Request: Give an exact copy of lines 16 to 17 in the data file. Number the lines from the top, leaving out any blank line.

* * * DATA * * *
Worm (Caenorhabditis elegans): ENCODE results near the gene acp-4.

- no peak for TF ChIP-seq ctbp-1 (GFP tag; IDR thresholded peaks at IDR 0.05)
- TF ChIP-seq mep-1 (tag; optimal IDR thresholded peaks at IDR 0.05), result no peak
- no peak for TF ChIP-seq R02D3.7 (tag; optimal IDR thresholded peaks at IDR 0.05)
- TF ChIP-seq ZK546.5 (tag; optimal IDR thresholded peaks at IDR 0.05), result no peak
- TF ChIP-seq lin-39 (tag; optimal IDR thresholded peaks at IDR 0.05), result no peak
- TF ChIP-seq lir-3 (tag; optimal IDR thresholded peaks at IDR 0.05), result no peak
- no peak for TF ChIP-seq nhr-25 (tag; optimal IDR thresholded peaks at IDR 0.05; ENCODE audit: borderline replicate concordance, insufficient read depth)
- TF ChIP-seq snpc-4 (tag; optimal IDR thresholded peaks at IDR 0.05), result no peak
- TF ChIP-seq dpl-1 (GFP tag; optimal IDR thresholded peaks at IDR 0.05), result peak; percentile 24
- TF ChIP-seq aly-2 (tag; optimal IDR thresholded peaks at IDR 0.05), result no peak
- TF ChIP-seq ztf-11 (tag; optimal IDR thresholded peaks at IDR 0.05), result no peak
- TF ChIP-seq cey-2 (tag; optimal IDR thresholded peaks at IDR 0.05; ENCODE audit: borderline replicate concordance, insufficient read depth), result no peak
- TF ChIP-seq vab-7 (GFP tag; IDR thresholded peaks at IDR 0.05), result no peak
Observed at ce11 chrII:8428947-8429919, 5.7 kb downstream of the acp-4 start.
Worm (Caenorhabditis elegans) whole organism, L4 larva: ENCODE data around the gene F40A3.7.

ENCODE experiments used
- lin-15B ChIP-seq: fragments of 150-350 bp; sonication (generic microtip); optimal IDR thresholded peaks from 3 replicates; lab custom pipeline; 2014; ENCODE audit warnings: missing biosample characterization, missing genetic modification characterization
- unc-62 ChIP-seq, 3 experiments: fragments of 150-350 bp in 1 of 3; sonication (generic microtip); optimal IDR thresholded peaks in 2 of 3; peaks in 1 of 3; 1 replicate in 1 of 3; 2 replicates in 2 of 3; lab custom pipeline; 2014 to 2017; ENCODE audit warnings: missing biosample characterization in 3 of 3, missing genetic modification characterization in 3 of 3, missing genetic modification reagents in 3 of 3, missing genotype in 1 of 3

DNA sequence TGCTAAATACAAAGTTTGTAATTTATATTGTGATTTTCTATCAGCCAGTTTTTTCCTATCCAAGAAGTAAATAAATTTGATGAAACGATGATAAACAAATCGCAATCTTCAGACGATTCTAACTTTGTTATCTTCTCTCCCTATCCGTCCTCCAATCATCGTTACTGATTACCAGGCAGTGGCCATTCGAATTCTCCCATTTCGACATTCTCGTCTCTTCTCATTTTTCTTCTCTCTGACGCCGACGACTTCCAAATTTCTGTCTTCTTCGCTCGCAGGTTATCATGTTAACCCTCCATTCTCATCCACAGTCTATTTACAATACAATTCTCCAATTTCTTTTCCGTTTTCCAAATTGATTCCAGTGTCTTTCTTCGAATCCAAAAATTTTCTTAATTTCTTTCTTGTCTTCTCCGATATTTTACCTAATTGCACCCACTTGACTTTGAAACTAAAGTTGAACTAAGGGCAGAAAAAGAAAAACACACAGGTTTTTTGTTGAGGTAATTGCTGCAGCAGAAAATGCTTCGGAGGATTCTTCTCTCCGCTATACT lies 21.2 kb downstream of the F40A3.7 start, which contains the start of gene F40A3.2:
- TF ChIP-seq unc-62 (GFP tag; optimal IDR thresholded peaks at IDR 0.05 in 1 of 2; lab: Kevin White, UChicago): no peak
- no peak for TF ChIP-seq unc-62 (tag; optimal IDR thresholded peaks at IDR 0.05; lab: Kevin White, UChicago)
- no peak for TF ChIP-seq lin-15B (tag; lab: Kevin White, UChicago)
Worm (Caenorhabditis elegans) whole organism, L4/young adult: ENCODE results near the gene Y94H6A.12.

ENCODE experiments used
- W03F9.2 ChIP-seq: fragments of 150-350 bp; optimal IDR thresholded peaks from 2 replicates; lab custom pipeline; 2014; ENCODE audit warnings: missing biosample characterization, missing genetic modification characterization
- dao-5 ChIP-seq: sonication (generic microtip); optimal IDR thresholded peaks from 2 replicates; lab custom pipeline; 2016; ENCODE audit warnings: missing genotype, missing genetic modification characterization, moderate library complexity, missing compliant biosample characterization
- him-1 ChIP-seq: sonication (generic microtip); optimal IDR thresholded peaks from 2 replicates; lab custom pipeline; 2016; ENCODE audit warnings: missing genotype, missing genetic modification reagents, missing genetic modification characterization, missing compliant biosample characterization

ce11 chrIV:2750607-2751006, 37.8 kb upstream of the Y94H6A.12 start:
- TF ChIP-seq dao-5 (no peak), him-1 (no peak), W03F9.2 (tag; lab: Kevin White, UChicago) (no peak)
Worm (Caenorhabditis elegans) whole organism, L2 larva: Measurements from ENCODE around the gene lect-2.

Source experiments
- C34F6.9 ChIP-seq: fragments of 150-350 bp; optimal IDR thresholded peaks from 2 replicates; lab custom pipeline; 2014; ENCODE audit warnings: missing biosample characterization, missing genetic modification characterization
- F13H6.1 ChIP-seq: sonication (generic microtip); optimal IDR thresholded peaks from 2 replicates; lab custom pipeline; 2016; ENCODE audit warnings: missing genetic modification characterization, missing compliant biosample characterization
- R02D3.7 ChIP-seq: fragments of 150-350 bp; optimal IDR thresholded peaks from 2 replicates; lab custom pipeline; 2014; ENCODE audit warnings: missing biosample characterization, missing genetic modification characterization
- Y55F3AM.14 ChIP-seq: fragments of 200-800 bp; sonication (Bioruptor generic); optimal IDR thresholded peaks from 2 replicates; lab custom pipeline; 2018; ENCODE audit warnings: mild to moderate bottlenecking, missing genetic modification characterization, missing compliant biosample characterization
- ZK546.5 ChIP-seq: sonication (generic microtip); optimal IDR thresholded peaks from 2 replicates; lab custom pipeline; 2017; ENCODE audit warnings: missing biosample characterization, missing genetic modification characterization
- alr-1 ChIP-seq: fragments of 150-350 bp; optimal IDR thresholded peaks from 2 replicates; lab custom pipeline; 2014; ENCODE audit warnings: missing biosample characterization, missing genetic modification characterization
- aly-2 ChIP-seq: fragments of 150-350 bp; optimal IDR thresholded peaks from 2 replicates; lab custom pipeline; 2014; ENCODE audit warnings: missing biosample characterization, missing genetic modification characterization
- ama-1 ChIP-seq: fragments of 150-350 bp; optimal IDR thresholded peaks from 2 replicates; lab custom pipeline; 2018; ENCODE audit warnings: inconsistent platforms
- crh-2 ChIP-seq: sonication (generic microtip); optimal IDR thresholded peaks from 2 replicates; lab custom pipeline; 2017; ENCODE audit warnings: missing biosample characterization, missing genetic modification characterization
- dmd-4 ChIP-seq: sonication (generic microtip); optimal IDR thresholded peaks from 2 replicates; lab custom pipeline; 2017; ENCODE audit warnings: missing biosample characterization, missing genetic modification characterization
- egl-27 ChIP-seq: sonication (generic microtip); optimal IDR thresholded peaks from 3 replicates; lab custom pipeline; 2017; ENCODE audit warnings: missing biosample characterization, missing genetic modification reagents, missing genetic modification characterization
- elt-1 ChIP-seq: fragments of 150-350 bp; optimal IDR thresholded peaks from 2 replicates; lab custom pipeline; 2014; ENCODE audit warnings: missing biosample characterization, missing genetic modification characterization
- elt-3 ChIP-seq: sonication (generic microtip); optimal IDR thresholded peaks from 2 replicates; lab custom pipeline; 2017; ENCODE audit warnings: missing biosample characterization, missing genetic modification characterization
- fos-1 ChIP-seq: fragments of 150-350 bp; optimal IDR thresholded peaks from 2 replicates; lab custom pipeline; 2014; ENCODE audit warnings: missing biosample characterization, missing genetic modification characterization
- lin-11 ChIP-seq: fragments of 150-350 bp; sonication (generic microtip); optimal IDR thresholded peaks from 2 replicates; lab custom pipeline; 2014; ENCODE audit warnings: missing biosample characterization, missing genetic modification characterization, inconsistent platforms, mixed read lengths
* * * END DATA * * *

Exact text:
Worm (Caenorhabditis elegans) whole organism, L4 larva: ENCODE data around the gene F40A3.7.

ENCODE experiments used